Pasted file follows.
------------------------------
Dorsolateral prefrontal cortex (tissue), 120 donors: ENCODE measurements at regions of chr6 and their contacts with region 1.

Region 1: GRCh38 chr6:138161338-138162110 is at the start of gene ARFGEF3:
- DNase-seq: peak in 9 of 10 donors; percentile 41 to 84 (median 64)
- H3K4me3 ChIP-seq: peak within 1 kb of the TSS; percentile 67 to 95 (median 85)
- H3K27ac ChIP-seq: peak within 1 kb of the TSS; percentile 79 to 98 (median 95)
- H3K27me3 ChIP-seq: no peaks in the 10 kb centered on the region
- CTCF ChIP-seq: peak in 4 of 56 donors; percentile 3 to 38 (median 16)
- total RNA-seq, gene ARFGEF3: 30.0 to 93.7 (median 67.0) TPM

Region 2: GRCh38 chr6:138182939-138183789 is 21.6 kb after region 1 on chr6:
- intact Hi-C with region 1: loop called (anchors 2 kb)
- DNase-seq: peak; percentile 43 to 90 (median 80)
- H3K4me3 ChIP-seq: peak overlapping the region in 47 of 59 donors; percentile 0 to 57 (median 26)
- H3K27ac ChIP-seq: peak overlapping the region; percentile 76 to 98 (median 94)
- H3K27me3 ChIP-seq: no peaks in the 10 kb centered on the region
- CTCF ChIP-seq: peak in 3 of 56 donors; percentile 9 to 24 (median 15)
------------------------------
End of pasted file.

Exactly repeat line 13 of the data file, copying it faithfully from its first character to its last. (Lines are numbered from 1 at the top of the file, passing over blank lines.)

- H3K27ac ChIP-seq: peak overlapping the region; percentile 76 to 98 (median 94)